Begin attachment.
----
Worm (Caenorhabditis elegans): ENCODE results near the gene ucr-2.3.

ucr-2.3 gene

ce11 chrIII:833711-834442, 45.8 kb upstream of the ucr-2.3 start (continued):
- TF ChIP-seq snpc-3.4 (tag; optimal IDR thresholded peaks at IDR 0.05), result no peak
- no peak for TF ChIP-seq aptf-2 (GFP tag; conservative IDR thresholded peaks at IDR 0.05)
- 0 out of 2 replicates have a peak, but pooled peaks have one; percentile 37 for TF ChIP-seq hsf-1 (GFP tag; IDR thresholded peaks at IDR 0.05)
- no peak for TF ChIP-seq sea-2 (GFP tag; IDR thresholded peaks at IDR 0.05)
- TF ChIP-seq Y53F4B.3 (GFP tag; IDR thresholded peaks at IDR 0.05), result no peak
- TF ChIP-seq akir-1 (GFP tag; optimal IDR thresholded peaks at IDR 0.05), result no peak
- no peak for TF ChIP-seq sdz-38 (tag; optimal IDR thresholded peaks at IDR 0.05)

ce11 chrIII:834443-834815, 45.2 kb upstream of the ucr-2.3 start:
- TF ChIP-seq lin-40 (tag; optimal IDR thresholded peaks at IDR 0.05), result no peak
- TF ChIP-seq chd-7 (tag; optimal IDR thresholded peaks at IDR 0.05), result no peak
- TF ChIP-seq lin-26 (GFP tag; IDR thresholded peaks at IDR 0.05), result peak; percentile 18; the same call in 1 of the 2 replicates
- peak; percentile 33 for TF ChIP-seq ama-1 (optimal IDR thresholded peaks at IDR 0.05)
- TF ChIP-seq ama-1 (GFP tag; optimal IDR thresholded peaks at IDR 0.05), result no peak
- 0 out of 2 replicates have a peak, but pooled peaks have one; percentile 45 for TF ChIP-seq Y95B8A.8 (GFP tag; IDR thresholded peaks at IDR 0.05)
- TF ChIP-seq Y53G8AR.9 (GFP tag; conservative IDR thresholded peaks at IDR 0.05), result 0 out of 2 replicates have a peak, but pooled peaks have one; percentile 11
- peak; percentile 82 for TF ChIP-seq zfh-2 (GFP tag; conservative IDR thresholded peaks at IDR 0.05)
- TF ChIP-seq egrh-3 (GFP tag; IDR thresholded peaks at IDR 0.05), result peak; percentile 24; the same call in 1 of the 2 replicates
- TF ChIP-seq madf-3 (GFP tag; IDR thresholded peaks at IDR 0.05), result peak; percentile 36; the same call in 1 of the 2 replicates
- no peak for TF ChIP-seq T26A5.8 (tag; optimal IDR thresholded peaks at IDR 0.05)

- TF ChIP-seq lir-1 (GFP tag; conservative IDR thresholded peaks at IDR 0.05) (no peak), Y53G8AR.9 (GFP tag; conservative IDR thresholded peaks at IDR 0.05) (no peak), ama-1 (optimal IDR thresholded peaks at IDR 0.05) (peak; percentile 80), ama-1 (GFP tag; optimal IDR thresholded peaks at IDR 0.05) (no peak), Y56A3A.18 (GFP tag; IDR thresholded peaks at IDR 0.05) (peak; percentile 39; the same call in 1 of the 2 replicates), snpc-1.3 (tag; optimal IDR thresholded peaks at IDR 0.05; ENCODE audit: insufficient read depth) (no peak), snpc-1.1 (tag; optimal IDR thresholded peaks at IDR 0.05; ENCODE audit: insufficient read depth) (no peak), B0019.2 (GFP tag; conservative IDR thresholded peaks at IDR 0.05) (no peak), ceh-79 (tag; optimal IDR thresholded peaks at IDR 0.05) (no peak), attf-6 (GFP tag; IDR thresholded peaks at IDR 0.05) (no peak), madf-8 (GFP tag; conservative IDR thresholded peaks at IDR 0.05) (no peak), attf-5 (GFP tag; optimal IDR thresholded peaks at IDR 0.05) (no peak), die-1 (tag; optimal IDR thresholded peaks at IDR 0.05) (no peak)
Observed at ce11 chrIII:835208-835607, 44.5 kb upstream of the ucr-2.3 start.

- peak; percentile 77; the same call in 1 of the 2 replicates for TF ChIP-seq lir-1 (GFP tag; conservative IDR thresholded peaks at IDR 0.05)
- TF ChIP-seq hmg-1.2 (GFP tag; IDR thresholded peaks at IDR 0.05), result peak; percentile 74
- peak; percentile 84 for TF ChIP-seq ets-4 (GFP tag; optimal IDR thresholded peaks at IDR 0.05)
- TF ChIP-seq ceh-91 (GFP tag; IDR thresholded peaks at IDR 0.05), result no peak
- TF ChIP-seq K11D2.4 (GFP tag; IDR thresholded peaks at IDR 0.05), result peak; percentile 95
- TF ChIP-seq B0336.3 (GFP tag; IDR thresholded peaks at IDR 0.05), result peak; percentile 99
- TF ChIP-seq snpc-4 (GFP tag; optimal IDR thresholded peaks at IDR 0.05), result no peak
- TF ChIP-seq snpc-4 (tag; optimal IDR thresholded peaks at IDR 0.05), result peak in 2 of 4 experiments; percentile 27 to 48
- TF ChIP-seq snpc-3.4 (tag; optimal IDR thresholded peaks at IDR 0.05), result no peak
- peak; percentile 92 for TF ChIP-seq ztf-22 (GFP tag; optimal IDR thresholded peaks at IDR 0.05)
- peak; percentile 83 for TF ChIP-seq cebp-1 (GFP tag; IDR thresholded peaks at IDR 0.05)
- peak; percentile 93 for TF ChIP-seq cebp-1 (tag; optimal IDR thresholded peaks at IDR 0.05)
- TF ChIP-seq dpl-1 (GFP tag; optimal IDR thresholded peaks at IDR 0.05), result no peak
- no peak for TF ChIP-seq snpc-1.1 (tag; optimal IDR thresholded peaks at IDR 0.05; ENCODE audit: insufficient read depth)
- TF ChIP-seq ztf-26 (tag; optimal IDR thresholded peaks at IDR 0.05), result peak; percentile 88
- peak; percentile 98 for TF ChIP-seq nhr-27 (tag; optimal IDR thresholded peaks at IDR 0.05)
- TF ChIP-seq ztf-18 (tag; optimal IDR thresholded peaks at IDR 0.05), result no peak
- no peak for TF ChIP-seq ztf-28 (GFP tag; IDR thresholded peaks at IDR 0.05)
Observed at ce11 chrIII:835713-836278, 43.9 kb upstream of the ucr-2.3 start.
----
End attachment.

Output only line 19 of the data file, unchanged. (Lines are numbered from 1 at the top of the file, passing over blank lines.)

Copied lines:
- peak; percentile 82 for TF ChIP-seq zfh-2 (GFP tag; conservative IDR thresholded peaks at IDR 0.05)